Monday, December 17, 2012

An American Epidemic

I worked for over 20 years in the ER.
Not just 1 ER, but 2 of the largest in East TN, simultaneously for most of that time.

I can tell you I've seen dozens and dozens, probably hundreds, of extreme psychiatric cases during my career. I have definitely seen hundreds of people come in for various minor/moderate psych problems, the overwhelming majority of whom were being managed not by Psychiatrists or even Psychologists, but by regular medical Doctors with little to no business doing so.
We saw that every single day.
Every single day.


Because the Psych system is absolutely overwhelmed with cases.
There is so few inpatient psych beds that exist in this country, and particularly this area, I would say it was a joke, except that it isn't. It's a shame, a tragic problem that's existed for many years, but is now at an epidemic level.

So, people go to their regular Doc, and tell them their problems, and the Dr just writes them a script for one of the antidepressant, antianxiety, even antipsychotic meds that are out there, even though they have no real expertise in identifying people who have true clinical psychiatric processes going on. Many of them do it because they know these patients cannot get psych care.

Many times these people are on combinations of medications that actually 'work against one another' so to speak, and can cause unwanted psych symptoms themselves.

Listen to the TV commercials disclaimer on virtually all psych meds--they themselves can cause thoughts of, if not actual suicide and/or violent behaviors and personality changes.

Do I really want my Internal Medicine Dr. or Family Medicine Dr. prescribing me these meds? Do you?

Folks, the fact is that there is an epidemic of mammoth proportions going on in this country.
Untreated/undertreated/poorly treated mental illness has been on the rise for a good number of years.
There is little if any real treatment going on, because there just isn't enough inpatient facilities, and woefully little outpatient treatment either.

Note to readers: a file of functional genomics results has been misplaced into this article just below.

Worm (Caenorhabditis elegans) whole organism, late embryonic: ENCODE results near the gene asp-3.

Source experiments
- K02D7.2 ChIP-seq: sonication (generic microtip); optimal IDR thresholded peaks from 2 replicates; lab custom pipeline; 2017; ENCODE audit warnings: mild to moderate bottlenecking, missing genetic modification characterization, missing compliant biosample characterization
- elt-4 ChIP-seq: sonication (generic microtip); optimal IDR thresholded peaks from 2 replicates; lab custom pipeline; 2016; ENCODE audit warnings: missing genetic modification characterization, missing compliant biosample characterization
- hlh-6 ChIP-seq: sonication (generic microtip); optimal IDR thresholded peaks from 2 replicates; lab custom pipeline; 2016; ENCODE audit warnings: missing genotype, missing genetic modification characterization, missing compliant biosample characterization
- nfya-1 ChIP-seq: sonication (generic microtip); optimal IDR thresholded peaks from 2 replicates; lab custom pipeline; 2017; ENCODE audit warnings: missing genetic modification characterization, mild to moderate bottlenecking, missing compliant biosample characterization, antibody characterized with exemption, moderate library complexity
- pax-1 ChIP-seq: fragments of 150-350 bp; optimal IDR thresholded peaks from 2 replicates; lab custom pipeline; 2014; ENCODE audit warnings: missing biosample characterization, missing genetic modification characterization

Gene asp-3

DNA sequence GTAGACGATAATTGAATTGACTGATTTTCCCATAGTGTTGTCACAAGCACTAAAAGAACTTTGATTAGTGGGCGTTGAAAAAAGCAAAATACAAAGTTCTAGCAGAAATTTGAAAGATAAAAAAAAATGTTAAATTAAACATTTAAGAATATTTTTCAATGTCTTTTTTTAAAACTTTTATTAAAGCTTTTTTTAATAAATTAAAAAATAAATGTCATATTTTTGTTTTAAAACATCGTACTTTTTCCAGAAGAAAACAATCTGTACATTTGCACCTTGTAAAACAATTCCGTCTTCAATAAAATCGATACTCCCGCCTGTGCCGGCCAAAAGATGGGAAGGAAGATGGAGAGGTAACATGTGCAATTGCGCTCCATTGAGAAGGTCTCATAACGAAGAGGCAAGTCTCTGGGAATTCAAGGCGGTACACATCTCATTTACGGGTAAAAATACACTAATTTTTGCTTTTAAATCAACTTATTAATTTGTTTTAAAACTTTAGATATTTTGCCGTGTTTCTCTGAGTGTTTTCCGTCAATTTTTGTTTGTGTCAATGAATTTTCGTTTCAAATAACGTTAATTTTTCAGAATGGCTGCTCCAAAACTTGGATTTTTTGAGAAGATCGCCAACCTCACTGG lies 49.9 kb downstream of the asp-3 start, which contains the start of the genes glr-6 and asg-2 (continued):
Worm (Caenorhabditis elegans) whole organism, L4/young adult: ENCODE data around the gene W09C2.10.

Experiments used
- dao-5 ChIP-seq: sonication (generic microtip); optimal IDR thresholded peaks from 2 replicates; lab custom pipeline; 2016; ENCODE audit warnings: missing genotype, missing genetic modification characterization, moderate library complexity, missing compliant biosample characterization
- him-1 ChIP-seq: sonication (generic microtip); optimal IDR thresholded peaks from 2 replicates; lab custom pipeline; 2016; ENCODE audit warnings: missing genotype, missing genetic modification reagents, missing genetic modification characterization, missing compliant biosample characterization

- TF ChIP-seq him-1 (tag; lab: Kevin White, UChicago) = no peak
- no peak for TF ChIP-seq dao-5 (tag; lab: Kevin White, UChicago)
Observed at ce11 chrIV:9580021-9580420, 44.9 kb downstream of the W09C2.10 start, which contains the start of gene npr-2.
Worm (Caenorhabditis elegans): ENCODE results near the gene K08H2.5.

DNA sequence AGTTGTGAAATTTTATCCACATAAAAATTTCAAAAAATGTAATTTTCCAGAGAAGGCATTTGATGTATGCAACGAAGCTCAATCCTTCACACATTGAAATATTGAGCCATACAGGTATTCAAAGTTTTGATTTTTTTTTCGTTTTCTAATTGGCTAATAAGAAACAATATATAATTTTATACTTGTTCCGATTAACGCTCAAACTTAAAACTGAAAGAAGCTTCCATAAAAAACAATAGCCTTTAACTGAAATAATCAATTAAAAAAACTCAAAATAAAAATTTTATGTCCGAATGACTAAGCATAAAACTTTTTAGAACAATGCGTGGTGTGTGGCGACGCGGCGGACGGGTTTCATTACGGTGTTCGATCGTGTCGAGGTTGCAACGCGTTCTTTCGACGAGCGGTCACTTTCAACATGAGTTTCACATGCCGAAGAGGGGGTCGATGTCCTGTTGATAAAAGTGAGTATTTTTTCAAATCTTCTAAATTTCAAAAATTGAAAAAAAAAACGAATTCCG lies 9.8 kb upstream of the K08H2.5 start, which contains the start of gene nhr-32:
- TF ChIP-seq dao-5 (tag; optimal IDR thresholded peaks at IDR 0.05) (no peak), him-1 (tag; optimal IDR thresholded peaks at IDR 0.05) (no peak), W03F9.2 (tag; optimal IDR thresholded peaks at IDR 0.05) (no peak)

I cannot tell you how frustrated it feels to have a guy brought into the ER, who was waiting at home to kill his wife & kids, (his statement to me) but they knew something was wrong & wife called cops. Cops get to the house, they had to talk down, he had the barrel of a 30-06 RIFLE IN HIS MOUTH. They talk him down, bring him to the ER.
We do the protocol; alcohol/drug screen, etc. He of course has a psych history, depression, being medicated by his regular MD, with some outpatient treatment. They just have him in counseling, he goes about 2/3 of the time, diagnosis is major depression.
Gets into a spat with wife, decides to kill her & the kids (his statement to me). Thankfully, this time it was avoided.
He gets to the ER, and is going back and forth between anger & hyper-calm (bad sign). We have security on him of course, but the cops have as usual left him there with us-suicide/attempted is a crime, but they never, ever prosecute.
Anyway, we get him evaluated by psych, which takes hours.
They decide he needs to go to the ONLY local psych facility that takes unstable, violent patients. Well, they're full, and the Dr. there is giving us all kinds of grief. Bottom line, they agree to evaluate him and admit if they think he needs it.
Finally, we get him transported by the police to the facility. Cop arrives at psych hospital, and is met at the door by the Dr., who tells him not to leave, so he can take him back if they don't admit him.
They don't admit him.
The cop brings him back to us, and leaves him.
So, we get another eval on him, and finally get him admitted to an inpatient facility north of us, about 2 hours away.
This entire episode lasted over 12 hours from the time he first set foot in the ER.
He was "stabilized" and released after several days.
Upon his return home, his wife & kids had left the house.
Guy sets his house on fire, and shoots himself.

That was over just one case, over 10 years ago, and is but one of dozens and dozens, of stories I could tell, some with happier endings, most with tragic ends.

TELL ME the system isn't broke, I'll call you a fool to your face.

We  Americans have created this monster ourselves, with our systemic, liberalistic, 'everybody's a victim', 'everybody's entitled', "there's a pill for that" attitudes.

The fact is that some people are indeed mentally ill enough to need to be removed from the society they endanger.

I have seen many that I wish had been removed.
A lot of them committed suicide, many of them committed murder, a fair number of whom had been treated for mental illness, but allowed to walk among us.

There are far more of them out there than you know, or wish to know about. How long do we allow them to endanger the rest of us?

If my saying that offends anyone, I am sorry that you find it offensive, but I have seen more up close cases of people who are a danger to themselves and/or others than you have, unless you either work in mental health, or have been where I've been, worked where I worked.

Our society is broken.

Our mental health system is broken.

Evil is at play .

I guess the answer is that politicians will give speeches, and try to ban tools.
The media will try to sensationalize the events to swell their ratings.

Neither of these are in any way solutions to the situation, but it's all we're likely to get.



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